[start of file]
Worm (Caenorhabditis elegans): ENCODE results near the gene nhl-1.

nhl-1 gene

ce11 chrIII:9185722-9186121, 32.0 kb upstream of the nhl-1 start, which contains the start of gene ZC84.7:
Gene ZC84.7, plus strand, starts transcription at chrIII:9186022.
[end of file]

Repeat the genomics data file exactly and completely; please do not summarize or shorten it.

Worm (Caenorhabditis elegans): ENCODE results near the gene nhl-1.

nhl-1 gene

ce11 chrIII:9185722-9186121, 32.0 kb upstream of the nhl-1 start, which contains the start of gene ZC84.7:
Gene ZC84.7, plus strand, starts transcription at chrIII:9186022.